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Harriet Harman: 'If only it had been Lehman Sisters'

Harriet Harman yesterday laid the blame for the financial crisis on the male domination of the top jobs in banks. The deputy Labour leader suggested that the presence of more women in the boardrooms of financial institutions could have eased the impact of the meltdown.

Ms Harman, who is in charge of the day-to-day running of the Government while Gordon Brown is on holiday, was defending her call for one of Labour's top two jobs to be filled by a woman.

Asked whether the turmoil would have been avoided if more women were in senior positions, she referred to the US investment bank whose collapse triggered the crisis. "Somebody did say ... that if it had been Lehman Sisters, rather than Lehman Brothers, then there may not have been as much," she said.

"I do seriously think half the financial services industry is women now," she told GMTV. "Women make up half the workforce of insurance companies and banks. Why shouldn't they have a say on boards as well?"

Just five of the 61 board places in Britain's "big four" banks are occupied by women and the boards of Barclays and Royal Bank of Scotland are entirely male. One senior banking source admitted: "There is a poor representation of women but that is true in many walks of life."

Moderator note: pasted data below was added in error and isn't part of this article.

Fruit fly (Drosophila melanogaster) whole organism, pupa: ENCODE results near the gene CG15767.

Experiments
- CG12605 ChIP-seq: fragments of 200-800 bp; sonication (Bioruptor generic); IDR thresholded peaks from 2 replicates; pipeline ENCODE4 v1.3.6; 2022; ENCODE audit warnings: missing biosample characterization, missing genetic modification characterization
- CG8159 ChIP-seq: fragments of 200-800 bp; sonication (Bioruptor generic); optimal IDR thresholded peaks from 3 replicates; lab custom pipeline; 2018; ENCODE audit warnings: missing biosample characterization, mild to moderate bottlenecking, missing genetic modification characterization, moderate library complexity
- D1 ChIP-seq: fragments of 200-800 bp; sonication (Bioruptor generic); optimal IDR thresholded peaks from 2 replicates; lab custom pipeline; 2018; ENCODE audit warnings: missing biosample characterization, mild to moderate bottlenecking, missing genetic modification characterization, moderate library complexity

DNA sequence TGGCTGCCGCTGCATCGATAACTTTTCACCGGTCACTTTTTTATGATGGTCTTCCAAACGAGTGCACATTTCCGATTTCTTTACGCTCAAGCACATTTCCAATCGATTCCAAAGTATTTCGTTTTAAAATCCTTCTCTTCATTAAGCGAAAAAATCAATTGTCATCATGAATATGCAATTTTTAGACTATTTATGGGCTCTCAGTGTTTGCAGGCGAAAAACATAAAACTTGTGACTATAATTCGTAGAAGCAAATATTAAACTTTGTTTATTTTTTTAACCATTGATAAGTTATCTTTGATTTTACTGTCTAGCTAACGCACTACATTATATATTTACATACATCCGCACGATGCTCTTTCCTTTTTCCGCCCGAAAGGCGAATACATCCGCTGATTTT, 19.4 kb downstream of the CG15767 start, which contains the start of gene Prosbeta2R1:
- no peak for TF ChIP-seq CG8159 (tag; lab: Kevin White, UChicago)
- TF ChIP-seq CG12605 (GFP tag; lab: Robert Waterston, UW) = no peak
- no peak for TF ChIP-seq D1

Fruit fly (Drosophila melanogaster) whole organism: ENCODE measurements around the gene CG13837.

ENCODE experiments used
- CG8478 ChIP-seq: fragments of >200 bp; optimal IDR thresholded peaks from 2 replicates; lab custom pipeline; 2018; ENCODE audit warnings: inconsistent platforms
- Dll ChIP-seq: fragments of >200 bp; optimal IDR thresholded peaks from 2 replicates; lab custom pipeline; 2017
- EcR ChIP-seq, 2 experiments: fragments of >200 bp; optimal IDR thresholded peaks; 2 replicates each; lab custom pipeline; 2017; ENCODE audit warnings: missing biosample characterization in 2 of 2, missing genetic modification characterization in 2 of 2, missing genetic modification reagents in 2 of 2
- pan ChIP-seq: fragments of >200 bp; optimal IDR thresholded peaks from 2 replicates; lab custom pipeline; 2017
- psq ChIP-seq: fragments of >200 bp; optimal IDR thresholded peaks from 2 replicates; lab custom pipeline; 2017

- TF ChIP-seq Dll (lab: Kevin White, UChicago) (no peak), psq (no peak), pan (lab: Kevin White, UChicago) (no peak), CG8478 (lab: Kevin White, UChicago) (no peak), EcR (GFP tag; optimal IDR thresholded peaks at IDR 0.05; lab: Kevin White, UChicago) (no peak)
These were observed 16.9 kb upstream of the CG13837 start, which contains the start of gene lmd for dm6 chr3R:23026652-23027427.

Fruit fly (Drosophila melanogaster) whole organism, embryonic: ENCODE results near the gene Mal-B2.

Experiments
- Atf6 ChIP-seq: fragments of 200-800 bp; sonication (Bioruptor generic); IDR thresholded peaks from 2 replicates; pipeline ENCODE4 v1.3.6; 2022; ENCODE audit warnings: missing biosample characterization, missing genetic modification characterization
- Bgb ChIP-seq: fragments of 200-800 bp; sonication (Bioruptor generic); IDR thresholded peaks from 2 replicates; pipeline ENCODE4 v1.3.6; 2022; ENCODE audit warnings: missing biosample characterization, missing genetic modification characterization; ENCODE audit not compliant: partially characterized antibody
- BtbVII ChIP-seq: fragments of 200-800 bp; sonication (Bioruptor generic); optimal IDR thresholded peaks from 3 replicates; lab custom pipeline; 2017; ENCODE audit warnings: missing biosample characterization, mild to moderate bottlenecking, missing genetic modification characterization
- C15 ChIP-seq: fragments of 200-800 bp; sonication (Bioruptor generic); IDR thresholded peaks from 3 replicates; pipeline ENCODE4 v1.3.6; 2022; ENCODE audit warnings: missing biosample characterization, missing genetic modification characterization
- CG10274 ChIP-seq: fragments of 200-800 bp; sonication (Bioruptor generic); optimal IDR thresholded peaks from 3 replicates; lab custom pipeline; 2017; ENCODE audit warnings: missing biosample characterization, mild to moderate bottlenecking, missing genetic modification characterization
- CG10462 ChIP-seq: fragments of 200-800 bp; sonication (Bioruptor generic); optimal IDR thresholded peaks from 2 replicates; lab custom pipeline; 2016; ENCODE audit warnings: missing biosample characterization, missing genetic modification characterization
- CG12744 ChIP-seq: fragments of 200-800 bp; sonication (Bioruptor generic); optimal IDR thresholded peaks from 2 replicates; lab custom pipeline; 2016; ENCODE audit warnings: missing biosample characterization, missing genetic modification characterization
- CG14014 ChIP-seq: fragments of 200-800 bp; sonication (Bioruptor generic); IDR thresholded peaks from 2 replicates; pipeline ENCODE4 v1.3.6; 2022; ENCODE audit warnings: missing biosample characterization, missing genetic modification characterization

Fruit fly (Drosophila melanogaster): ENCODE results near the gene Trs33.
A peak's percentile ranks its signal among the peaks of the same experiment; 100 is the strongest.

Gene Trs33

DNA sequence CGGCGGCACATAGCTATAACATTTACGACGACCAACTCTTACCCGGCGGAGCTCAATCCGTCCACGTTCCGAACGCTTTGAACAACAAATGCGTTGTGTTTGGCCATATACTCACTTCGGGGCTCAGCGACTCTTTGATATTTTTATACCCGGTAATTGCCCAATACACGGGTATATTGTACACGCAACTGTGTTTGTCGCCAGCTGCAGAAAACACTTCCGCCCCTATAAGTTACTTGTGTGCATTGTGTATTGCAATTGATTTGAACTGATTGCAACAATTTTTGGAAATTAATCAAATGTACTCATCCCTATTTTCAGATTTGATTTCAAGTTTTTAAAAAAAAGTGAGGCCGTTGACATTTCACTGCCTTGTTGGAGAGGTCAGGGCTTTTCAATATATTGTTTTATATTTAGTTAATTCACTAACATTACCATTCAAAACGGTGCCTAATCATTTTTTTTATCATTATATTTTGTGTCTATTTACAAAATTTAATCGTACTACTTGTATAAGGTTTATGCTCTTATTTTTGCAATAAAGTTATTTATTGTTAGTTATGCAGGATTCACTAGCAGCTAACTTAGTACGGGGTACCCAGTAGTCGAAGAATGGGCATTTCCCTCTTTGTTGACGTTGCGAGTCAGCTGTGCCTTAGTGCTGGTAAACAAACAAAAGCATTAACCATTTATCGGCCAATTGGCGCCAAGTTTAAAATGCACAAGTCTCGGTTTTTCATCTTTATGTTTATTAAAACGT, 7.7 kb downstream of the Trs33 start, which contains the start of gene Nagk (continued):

Ms Harman's comments came a day after she said that men "cannot be left to run things on their own" in the Labour Party. Ms Harman, who is also the minister for Women and Equality, refused to back down from her stance.

Females on the board: The 'big four' banks

0: Number of women who sit on the 15-member board of Barclays Bank

3: Women, alongside the 15 men, who form the board of HSBC Holdings

2: Female directors at Lloyds TSB: one non-executive and one executive from a total of 15

0: Women in director roles at Royal Bank of Scotland from a total board of 10